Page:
Taking Out the Garbage

By Alex Distefano

Posted November 8, 2012 in News

There’s something fishy about a Pomona waste-hauling deal and the mayor’s campaign contributions, activists say

For some, there’s a pungent stench lingering in the city of Pomona, but this time it isn’t due to winds, sulfur in the air or the Salton Sea. It’s political in nature, according to some activists.

The fact that Pomona city officials approved a waste transfer station at the same time when one of their own—Mayor Elliott Rothman—has been allegedly on the receiving end of illegal campaign contributions from a local recycling business, doesn’t sit well with some.

Something fishy—stinkier than week-old garbage—is going on here, according to United Voices of Pomona, a newly formed organization consisting of local residents and others who have been fighting the project and what they claim is “corruption” that made its approval possible.

According to www.pomonavalleytransferstation.com, the project is a necessity, due to the fact that the Puente Hills Landfill, which currently serves Pomona and surrounding areas, is shutting down next year. The state-of-the-art facility is needed to “consolidate waste into transfer trucks that have three times the capacity of a collection truck. By consolidating the loads we are reducing the cost of transporting to a distant landfill thereby managing future rates,” the site proclaims. The waste transfer station will be located at a 10.5-acre piece of land at 1371 E. Ninth St. in Pomona.

The proposed site has been zoned for General Industry for decades, but residents oppose the station, citing environmental issues such as pollution, unwanted odors and traffic congestion from trucks carrying trash loads.

Our “concerns about the Pomona Waste Transfer Station are [mostly] environmental,” says United Voices Pomona member Benjamin Wood. “We just think it’s a step in the wrong direction.”

Such “Don’t Trash Pomona” efforts are taking place at the same time that a Los Angeles County District Attorney’s investigation—according to the Daily Bulletin—is alleging that the owner of Mission Recycling in Pomona made 15 illegal contributions to Mayor Rothman’s campaign in 2008. Curiously, these $1,000 donations were given by people that did not live in Pomona, including residents with ties to Garden Grove and Buena Park, according to campaign statements and public records obtained by the Weekly. Records also show that these donors were reimbursed for their donations by Alfredo Solis, Mission Recycling’s owner, a possible money laundering scheme, according to the DA’s investigation. Solis faces 15 misdemeanor charges.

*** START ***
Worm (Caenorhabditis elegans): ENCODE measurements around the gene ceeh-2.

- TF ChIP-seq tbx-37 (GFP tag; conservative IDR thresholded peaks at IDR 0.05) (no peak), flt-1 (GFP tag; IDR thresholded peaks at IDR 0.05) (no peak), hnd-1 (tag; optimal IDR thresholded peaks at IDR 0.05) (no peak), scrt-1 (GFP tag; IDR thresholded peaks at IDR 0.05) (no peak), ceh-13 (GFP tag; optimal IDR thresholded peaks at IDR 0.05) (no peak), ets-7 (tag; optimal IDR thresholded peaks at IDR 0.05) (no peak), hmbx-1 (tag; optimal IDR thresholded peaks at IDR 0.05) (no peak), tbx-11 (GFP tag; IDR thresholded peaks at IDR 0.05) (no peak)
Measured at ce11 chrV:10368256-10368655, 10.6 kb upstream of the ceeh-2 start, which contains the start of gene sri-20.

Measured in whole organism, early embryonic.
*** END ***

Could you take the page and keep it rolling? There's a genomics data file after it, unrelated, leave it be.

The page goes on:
In an effort to raise awareness about what the group has characterized as “money laundering and corruption,” a protest was staged a couple of weeks at the corner of Mission Boulevard and Garey Avenue in Pomona.

“We had speakers from the United Voices discuss their concerns about the station and the [alleged] dirty money that is running our city,” Wood says. The group harbors hopes that Rothman will end up facing charges and step down. Wood said that the organization had gone as far as supporting candidates opposing Rothman in his bid for re-election.

To date, no charges have been filed against Rothman.

The chance of that happening—at least right now—is likely slim to none.

However, a spokesperson for the Los Angeles County District Attorney confirmed that there is no open investigation into Rothman, and there are no charges pending. Case closed.

Pomona city officials declined to comment on the matter when contacted by the Weekly. In addition, Mayor Rothman and his staff also failed to respond to requests for interview for this story.

But that’s not the end of the story for United Voices of Pomona.

“We won’t stop fighting for the issues we believe in,” Wood says. “This organization is focused on the environment, and especially around environmental racism. It’s no coincidence that this waste station is in a very poor part of town. That is done on purpose. We’re very concerned about democracy and the way it is practiced in Pomona.”


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